There are three approaches to getting data depending on how much time, expertise or cash you’ve got: manual, semi-automated, and fully automated. Here’s a quick rundown of each.

Manual: get typing

Everyone loves a spreadsheet. They’re amazing things and you can go a very long way by manually entering data that is publicly available and then drawing insights from it. The key here is to use data that you can compare like-for-like across social media channels to get an idea of how they’re doing. So, while Facebook’s dashboard for example is rich in data, and you should certainly be using it to improve your performance, a lot of the analysis isn’t available for other channels such as Twitter, or Instagram, or your blog.

At the very basic level, you can look at two essential metrics that work across all of social media: audience size and engagement. The audience size is the total potential audience you could reach with your message, so that’s fans of your Facebook page, followers of your Twitter feed and so on. Engagement is when people actually do something in response to reading about you, so they retweet you or they comment on your Facebook page.

Do this for your competitors too, build this up over time and you can start seeing patterns in the data. You’ll see spikes that correspond to activity, and how to develop more advanced metrics off the back of these. How about dividing engagement by reach to get insight into how engaged your audience really is? How about adding frequency so you can start forming an idea of tweet quality? How about requesting access to the client’s Google Analytics and looking at how social media referrals to the website are behaving? Develop your own charts, stamp them with your logo, and you’ve got a bespoke measurement system. Port this to an online resource such as Google Docs, and you’ve got an online dashboard. Nice.

Semi-automated: learn APIs

If you’ve got an in-house geek (the one you keep in the cage in the corner and occasionally feed with Haribo) then they might like this: you can start getting involved with Application Programming Interfaces (APIs).

An API grabs the data directly rather than going through the manual procedures. So, by using the Twitter API you could directly interrogate the Twitter database and get follower figures, retweets, times of tweets and so on delivered direct to your machine rather than having to input it manually. You can also use the APIs of other social search engines such as SocialMention and Social Searcher that do a lot of the grunt work for you, by searching across multiple social media sources and aggregating them.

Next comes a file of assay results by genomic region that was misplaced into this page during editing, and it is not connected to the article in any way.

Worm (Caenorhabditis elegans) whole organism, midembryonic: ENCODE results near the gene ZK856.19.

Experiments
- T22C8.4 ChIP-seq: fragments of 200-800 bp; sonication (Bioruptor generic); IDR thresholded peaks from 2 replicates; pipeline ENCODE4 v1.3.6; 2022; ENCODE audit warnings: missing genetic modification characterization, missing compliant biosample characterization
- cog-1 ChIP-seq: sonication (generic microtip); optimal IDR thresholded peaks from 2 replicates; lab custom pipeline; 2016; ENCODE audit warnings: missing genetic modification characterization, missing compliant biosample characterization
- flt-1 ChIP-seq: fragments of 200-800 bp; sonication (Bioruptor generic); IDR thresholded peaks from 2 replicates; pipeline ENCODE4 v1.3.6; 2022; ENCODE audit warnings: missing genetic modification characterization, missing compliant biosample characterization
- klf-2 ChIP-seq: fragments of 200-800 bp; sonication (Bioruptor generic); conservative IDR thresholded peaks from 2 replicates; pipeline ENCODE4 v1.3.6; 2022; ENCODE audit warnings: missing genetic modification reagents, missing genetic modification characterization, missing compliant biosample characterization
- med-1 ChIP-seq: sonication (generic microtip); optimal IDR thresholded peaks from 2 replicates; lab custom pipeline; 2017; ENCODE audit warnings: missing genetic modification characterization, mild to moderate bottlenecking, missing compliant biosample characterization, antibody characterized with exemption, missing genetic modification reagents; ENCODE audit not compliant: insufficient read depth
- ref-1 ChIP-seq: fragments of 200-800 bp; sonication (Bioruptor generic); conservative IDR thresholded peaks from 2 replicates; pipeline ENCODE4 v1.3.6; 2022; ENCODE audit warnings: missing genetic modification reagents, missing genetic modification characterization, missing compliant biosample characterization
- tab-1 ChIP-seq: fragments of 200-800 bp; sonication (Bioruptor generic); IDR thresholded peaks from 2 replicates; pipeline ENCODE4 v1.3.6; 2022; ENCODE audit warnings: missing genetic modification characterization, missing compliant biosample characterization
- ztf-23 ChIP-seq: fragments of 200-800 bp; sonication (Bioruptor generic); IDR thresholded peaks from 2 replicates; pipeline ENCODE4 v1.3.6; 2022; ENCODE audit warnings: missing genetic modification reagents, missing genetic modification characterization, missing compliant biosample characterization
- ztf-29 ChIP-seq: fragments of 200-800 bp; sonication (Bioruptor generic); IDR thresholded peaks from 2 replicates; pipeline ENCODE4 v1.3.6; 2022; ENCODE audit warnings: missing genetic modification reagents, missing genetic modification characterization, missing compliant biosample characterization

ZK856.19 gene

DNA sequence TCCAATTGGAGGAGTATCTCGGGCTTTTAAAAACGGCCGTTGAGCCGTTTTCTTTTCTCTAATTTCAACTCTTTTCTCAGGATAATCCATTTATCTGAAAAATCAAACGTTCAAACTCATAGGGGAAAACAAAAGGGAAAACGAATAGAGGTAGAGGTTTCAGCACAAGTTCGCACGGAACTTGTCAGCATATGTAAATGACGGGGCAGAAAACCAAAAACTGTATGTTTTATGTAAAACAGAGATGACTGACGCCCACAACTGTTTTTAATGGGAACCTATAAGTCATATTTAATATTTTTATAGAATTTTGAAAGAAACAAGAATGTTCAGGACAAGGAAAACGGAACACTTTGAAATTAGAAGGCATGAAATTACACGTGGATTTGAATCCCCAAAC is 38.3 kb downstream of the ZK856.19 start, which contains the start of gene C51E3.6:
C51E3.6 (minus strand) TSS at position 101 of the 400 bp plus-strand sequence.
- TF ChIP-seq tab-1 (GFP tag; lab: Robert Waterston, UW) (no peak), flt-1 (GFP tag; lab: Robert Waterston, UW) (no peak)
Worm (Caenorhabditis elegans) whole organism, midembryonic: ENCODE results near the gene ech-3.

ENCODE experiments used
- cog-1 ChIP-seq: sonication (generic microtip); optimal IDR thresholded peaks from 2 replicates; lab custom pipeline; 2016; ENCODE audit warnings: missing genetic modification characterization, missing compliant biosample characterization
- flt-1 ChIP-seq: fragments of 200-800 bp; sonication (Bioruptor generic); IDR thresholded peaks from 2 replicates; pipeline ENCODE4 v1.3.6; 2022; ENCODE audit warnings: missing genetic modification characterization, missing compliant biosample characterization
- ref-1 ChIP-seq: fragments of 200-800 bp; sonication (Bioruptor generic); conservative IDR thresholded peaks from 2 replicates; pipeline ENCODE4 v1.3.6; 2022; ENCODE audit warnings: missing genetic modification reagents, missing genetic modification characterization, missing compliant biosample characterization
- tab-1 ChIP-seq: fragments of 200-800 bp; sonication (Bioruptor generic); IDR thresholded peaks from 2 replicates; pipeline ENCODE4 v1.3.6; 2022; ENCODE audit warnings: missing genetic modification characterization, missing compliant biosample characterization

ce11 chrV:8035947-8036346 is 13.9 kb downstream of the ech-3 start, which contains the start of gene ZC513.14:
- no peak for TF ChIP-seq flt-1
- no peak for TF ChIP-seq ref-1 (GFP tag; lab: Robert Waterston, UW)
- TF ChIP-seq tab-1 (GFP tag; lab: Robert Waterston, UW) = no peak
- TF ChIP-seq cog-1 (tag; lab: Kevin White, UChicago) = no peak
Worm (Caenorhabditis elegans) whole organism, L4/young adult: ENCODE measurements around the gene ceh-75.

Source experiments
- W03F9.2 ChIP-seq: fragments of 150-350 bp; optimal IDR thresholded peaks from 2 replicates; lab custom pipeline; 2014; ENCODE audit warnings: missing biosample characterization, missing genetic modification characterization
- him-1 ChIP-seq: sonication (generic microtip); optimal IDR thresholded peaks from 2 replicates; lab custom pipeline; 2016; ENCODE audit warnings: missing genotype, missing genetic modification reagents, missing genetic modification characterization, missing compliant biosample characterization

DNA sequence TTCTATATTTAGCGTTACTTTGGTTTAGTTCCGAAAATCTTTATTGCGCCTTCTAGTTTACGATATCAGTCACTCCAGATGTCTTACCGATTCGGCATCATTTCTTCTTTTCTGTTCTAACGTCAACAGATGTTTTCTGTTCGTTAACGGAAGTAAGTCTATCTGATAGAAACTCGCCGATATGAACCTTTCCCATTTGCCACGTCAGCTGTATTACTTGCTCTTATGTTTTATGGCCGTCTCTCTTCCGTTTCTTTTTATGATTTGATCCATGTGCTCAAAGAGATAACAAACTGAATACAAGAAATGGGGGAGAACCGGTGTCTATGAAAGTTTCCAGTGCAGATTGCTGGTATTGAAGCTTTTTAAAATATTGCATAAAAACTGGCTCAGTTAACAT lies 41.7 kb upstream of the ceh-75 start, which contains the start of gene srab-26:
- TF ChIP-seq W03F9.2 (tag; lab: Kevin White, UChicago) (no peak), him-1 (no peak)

So, by downloading the results of API calls, you build up a store of data that you can then aggregate and analyse, again in Excel. With a canny combination of download managers, batch files and macros, you can do this all with just a couple of keystrokes.

The difference here is in quantity and types of data and therefore insight: you can accrue literally thousands of data points detailing who said what, and when, and you can start understanding who your influencers are, and what your issues might be – plus those of the competition and therefore the industry at large. At this point you really do start understanding the landscape.

If you have a smattering of statistical knowledge you can also start charting the ebb and flow of debate. Moving averages show the underlying trends. Crossovers of moving averages are highly significant. And so on.

Fully automated: bring in the Big Guns

If fully manual requires investment in time and semi automated needs investment in expertise, then fully automated is the money play. Here, we’re talking systems such as BrandWatch with millions of sites categorised, crunching huge amounts of data using dedicated server farms. It’s the rocket science approach and while this is mostly the domain of large companies that provide consumer services such as telecoms companies, there’s also a strong argument to be made that smaller agencies can use them profitably by sharing the cost across several accounts.

Hands, APIs, BFGs: Which one’s right for you?

If you’re not storing and analysing any data currently, then you need to start, right now.

At the very least start recording reach and engagement, ideally alongside competitors. It’s a useful exercise as of itself because you really start to understand cause and effect, and get to grips with the concepts.

When you get the hang of that, and you’d like to dive deeper, see if you have a geek in your organisation, or a latent geek, or know someone who keeps one. They might be able to ramp you up to the semi-automated solution and then you become something of a social media data guru.

And when you’re finally seeing the shiny green numbers coursing through the very fabric of the Matrix itself, and you’ve landed that major social media account – or you’re a postdoc working at Cern – it’s time to hoover up as much data as you can possibly get your hands on. Even if you don’t uncover the secrets of life, the universe and everything, you’ll know what drives conversation, and that’s a decent second.